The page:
How to relax before a presentation.

6 minute read

How to relax before a presentation with seven fast-acting remedies to natural nerves.

A month ago, your boss called you into his office and entrusted you with representing the entire company at an industry exhibition. He explained how important your ideas have been to the development of the business, and how he wanted you to share these ideas with your peers by presenting at the event.

While the elation was still wearing off, you got started planning out your key messages. You created a critical path, depicting every moment of your time between that meeting and the moment you were to step on the stage.

You’ve worked with a specialist presentation design agency to refine your story and create a set of slides that look incredible. You have practiced in your head on the bus, out loud in front of your mirror, and out louder in front of a room full of your colleagues. You know this presentation inside out, you have your perfect outfit picked out and hanging up ready for the big day tomorrow. Your preparations have been run like a military operation, so why are you sat at your computer, less than twelve hours before you need to present, Googling how to relax before a presentation?

Man Googling how to relax before a presentation

You’ve been so focused on planning and rehearsing, you haven’t had a moment to check in with yourself. Now that you’ve finally stopped to breathe, the nerves have run through you like a cannonball. It’s lucky you found us. Stop panicking that it’s too late to conquer these late-onset wobbles, and stop thinking about running away and starting a new life just to avoid those dreaded twenty minutes on stage. By the end of this article you’ll know how to relax before your presentation.

How to relax before a presentation

Convert your energy

Set your alarm just an hour earlier tomorrow and get yourself to the gym. By exercising on the morning of your presentation, you can alleviate anxiety through elevated endorphins, but exercise can do so much more than this.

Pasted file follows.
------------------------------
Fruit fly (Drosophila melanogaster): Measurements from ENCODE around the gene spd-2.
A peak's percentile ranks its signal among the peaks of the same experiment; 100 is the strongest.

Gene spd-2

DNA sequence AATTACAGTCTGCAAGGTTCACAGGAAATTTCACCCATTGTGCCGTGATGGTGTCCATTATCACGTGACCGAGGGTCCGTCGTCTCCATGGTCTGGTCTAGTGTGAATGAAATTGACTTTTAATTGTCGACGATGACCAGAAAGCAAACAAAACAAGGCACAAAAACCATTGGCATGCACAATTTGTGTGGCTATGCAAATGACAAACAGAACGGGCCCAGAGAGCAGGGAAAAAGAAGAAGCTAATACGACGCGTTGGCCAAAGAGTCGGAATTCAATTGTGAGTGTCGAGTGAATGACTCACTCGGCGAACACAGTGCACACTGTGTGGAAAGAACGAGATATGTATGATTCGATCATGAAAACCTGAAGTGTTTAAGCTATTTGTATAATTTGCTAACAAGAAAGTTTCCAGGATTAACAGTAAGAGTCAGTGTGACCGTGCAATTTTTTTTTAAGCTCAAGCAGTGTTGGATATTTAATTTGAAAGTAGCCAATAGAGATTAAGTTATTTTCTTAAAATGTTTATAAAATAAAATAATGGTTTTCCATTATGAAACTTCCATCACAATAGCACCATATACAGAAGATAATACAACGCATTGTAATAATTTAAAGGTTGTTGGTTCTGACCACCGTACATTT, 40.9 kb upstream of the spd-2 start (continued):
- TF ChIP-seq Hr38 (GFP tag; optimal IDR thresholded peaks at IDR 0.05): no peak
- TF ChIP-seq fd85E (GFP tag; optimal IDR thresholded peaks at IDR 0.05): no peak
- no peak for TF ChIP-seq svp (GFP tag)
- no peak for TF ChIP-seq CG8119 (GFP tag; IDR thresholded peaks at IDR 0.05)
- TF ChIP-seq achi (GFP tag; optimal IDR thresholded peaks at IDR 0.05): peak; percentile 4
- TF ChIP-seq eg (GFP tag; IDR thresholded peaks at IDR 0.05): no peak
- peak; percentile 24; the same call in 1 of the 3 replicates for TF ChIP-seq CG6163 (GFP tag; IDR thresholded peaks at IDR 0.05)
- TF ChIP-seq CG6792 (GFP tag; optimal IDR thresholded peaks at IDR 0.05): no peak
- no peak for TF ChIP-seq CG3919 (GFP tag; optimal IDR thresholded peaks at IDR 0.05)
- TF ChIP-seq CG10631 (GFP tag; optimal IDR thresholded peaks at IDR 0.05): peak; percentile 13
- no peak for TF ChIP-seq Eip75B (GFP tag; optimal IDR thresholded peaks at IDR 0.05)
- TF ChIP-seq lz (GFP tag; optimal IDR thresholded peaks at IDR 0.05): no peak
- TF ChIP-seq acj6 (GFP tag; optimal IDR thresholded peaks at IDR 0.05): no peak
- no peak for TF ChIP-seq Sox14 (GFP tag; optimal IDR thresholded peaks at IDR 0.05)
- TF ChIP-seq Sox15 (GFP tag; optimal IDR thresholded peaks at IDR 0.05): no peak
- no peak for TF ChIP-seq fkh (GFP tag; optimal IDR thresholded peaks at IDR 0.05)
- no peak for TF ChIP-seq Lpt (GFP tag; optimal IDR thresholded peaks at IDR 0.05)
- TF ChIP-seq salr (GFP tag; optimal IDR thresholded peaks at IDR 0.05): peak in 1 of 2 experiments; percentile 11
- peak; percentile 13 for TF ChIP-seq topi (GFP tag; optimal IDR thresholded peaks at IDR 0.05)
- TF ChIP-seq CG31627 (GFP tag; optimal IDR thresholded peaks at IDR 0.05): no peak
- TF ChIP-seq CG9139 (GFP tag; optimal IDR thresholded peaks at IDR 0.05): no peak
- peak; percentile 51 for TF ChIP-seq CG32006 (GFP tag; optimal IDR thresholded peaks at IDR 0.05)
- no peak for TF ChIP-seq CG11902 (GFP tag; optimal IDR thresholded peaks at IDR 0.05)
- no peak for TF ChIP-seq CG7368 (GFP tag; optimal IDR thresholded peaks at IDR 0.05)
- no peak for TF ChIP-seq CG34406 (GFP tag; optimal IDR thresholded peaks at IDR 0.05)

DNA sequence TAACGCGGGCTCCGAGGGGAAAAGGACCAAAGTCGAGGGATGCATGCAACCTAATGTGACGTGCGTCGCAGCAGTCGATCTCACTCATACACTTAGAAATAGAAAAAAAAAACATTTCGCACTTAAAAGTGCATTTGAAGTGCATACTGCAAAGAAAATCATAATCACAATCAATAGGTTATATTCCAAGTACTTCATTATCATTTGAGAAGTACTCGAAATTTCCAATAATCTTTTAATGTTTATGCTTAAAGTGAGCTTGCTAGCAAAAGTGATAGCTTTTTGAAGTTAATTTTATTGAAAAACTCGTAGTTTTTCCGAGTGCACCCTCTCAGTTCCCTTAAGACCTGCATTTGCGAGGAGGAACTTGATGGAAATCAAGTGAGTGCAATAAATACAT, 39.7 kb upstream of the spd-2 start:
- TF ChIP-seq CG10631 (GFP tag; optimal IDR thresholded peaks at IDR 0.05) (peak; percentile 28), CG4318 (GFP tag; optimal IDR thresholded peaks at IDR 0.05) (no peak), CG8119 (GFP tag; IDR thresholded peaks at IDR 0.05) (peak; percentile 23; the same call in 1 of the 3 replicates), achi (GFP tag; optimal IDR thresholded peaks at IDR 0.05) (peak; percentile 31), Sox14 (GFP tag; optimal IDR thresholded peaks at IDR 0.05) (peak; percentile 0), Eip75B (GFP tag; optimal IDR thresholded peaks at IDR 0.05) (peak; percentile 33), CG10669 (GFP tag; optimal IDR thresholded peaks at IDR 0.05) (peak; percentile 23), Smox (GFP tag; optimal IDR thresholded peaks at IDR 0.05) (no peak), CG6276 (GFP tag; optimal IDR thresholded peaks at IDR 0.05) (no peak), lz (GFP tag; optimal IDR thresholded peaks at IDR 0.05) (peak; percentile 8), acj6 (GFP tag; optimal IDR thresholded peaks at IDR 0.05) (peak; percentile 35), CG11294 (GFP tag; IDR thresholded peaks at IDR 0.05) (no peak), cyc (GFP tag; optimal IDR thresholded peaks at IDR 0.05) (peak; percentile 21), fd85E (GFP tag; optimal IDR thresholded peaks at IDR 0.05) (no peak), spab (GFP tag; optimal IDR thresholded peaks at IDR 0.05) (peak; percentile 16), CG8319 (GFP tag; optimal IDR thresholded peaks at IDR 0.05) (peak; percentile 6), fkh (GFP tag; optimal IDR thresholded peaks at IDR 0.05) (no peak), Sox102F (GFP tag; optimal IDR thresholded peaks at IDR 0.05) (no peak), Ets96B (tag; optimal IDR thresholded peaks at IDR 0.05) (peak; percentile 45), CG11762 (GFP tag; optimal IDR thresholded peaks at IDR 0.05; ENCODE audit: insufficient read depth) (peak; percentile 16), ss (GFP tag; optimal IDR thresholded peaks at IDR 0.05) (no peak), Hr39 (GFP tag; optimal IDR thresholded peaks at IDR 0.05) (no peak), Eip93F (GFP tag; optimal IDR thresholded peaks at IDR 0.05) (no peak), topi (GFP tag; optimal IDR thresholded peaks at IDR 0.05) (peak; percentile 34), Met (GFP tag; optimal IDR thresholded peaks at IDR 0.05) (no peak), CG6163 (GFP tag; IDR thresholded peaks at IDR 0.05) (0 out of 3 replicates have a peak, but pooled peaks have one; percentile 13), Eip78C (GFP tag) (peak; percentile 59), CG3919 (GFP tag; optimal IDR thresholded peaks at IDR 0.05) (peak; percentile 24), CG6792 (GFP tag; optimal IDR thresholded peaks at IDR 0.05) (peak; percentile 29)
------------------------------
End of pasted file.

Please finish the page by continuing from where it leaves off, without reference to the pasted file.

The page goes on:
Woman in gym before delivering presentation

Have you ever noticed how nervous energy and excited energy have the same symptoms? Your heart pounds, your pulse quickens, and your hands get clammy. The only difference between these two states is your perception of the situation, and the thoughts running through your brain.

By ignoring the negative thoughts and focusing on the positive, you can learn to control your emotions. Exercise can help you to channel your nervous energy, relax and flip the emotional switch to create a more positive presentation persona. And enthusiastic presentations can be even more persuasive than eloquent ones. Enthusiasm is contagious, so rather than trying to slow your pulse and quieten your racing heart, use this energy to get the whole room pumped.

Early bird ditches the nerves

While it would certainly leave an impression, turning up late to your own presentation might get tongues wagging for the wrong reasons. I’m sure ‘unreliable’ isn’t the image of the company your boss wants you to portray.

Remove even the possibility of this extra level of stress by arriving in plenty of time. This also allows you to acclimatise to the environment and meet a few of your audience members. Take the time to assess the room for potential distractions to prepare yourself and make sure they don’t catch you by surprise mid-sentence.

Once you’ve completed your reconnaissance mission and feel at home in the space, you can spend some time in the bathroom cubicle, working on tip three.

Strike a pose

Anyone who has ever watched a movie knows about the power of heroes in storytelling. But what about the power of heroes in presenting?

In just two minutes, you can learn to be your own hero on that stage. It’s easy: just give me your best Wonder Woman impression. Place your feet wider than hip-distance apart, hands on hips, elbows pointing outwards, head raised and chest pushed forward.

Woman doing power pose with hands on hips